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C. Filson
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Question-- I am doing some research on baker's racks and am having trouble finding much information. I am trying to coordinate a project which involves replicating an 1850s baker's rack for the kitchen of a historic site [military fort in Southern California].

Here is an example of a modern baker's rack--

http://www.roomsandthings.com/images/ashley_furniture/d393_76_1240337175_med.jpg

The design is a lower storage area covered with a countertop [imaginably for food preparation], then topped with a high shelving unit that is narrower to allow more room to use the countertop.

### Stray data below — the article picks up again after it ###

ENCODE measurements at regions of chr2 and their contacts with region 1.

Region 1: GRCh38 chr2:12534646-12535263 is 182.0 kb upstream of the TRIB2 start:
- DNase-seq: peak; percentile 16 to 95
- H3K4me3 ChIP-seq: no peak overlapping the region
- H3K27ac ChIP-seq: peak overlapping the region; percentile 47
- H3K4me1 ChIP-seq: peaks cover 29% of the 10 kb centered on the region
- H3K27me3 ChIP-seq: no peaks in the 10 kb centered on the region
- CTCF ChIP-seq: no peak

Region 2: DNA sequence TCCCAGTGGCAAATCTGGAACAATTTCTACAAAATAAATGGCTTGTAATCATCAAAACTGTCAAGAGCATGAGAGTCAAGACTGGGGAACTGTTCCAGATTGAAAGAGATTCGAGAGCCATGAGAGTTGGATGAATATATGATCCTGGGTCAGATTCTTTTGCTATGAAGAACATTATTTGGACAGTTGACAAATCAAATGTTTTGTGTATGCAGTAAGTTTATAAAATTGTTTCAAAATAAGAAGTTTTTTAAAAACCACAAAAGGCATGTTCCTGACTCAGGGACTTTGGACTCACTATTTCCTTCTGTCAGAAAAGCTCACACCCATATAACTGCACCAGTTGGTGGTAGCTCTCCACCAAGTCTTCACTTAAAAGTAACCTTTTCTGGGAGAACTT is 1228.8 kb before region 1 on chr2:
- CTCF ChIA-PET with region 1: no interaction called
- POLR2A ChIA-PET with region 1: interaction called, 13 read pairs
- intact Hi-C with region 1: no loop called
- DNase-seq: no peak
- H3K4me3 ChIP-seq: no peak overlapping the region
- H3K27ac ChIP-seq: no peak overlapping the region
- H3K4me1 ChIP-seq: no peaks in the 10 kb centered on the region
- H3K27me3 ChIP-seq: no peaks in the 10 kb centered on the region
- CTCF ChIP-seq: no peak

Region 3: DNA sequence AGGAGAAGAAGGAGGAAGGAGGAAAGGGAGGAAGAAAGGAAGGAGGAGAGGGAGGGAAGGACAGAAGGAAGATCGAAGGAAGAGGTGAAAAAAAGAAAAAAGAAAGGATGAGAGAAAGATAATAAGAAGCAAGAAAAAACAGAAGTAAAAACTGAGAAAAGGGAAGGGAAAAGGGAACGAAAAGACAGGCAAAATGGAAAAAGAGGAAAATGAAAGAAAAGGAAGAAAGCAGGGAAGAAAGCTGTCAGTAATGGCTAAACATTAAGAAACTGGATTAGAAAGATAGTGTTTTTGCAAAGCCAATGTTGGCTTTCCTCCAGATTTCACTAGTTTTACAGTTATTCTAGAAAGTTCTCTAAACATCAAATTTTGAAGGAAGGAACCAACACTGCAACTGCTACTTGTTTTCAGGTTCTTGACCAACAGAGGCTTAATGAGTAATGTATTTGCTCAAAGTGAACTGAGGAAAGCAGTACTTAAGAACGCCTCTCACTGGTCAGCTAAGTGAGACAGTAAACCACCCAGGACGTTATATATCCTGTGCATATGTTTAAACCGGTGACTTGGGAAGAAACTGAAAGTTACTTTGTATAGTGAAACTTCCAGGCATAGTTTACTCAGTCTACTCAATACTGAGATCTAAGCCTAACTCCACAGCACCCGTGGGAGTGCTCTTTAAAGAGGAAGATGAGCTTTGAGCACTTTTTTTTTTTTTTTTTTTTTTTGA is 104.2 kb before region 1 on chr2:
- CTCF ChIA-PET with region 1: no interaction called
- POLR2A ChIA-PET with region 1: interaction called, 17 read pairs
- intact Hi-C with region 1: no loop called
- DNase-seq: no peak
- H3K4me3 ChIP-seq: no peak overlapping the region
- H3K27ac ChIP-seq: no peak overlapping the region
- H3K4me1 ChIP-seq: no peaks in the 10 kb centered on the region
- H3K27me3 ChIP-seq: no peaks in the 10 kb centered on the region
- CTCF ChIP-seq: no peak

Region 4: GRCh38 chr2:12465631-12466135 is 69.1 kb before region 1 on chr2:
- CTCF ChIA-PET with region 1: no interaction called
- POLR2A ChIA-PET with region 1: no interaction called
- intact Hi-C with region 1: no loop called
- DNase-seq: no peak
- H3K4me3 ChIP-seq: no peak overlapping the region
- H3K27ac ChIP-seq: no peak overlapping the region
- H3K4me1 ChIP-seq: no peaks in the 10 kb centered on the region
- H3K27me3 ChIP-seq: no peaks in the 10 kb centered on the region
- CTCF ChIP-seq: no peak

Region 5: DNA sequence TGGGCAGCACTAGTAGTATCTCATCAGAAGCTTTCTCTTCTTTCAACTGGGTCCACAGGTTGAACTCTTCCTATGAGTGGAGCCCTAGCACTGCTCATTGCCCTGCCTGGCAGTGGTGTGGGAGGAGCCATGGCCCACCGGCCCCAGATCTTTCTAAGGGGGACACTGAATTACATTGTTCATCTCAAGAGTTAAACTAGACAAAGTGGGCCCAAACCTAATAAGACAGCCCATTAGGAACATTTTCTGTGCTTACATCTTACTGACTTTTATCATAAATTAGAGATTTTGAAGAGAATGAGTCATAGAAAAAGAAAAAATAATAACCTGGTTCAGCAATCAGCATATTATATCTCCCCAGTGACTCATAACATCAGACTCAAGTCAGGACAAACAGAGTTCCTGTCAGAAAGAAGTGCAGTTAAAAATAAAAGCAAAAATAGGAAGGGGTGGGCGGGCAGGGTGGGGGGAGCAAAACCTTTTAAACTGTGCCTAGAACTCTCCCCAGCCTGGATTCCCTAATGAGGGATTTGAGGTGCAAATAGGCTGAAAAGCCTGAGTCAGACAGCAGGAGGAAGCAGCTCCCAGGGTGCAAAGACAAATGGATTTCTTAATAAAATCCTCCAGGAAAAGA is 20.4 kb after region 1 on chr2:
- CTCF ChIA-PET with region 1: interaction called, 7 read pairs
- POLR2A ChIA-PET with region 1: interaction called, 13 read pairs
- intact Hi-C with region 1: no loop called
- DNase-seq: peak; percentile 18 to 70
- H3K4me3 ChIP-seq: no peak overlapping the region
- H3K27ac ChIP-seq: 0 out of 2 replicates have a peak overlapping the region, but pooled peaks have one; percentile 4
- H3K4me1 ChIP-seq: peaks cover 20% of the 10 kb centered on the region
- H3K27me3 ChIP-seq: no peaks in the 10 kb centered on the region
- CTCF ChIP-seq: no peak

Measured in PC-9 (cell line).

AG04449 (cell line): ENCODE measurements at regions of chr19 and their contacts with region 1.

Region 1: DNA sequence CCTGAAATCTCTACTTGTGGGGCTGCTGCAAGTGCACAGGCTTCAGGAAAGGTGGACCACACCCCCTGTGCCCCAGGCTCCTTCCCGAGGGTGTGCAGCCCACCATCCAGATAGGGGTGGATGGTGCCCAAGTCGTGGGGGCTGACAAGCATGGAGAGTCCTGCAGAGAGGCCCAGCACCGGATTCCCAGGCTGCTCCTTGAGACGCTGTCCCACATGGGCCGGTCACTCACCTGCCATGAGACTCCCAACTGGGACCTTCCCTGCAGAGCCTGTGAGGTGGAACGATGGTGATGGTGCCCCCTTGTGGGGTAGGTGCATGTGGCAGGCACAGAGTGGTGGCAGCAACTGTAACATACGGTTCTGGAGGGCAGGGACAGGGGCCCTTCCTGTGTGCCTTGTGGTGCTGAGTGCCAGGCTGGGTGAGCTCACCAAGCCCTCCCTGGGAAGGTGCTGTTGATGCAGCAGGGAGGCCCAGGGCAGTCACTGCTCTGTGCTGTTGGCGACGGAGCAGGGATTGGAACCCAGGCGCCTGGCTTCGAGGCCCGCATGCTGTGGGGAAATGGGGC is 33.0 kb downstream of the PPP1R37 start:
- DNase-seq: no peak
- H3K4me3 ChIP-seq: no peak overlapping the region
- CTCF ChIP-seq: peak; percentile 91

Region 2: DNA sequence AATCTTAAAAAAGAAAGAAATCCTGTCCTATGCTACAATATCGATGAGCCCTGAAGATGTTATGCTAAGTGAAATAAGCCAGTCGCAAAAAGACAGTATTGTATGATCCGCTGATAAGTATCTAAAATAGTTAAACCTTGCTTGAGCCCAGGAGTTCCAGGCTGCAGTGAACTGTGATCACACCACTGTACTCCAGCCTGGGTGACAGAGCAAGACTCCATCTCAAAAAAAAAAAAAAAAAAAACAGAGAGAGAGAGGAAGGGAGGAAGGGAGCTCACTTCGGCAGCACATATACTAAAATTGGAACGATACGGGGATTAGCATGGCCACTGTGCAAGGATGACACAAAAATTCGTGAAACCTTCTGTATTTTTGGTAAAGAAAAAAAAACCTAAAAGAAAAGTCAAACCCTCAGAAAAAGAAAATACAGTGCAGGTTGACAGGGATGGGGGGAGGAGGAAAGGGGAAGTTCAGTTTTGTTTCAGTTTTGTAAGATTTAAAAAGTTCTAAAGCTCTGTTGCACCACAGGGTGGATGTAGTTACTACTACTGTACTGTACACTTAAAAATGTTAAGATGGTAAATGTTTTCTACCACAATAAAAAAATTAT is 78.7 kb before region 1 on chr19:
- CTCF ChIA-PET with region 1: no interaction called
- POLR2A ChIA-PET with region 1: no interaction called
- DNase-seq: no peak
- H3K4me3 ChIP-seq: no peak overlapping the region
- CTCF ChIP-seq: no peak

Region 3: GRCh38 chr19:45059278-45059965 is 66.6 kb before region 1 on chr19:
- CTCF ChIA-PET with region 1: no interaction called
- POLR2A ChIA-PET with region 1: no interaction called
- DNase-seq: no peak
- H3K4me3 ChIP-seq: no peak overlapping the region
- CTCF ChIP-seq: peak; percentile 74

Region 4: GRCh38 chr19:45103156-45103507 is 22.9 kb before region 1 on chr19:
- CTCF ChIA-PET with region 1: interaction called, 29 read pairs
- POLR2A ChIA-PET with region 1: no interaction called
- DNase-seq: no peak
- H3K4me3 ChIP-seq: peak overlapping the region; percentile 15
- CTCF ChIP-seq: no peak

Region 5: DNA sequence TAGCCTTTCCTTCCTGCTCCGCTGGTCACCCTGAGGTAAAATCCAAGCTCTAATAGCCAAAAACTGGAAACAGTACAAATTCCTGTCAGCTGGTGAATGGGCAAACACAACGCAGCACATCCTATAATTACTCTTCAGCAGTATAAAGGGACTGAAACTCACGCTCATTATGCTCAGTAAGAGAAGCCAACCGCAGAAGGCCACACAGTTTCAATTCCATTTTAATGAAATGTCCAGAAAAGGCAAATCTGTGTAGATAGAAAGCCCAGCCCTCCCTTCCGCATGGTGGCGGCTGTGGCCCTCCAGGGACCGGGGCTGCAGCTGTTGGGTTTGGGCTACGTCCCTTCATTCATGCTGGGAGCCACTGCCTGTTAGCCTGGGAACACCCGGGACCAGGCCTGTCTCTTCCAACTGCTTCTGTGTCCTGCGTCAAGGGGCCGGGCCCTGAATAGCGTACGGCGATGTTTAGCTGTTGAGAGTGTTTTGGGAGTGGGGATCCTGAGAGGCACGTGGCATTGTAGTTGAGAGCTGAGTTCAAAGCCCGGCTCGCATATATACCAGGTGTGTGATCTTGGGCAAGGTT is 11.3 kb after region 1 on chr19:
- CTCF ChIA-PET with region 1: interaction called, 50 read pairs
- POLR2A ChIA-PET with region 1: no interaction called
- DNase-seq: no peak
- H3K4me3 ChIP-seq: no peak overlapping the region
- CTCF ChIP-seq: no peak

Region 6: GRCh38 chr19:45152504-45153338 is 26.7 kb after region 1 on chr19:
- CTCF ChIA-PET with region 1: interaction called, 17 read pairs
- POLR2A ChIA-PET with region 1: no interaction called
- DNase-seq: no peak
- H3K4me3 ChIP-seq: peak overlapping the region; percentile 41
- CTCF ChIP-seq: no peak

Nowadays, baker's racks are primarily home decor accents used to showcase china or curios, and also sometimes as wine racks.

I have been unable to find much information online regarding the initial origin of the baker's rack and various incarnations, but the cabinetry in this video caught my eye--



It is the all-wooden unit located against the right wall in the 1830s kitchen. Although it is far clunkier and larger, it still follows the design elements of a baker's rack-- lower storage area, countertop space, narrower high shelving unit across the back.

Can anyone recommend any further references, photos or illustrations I could consult?

Thanks.

C

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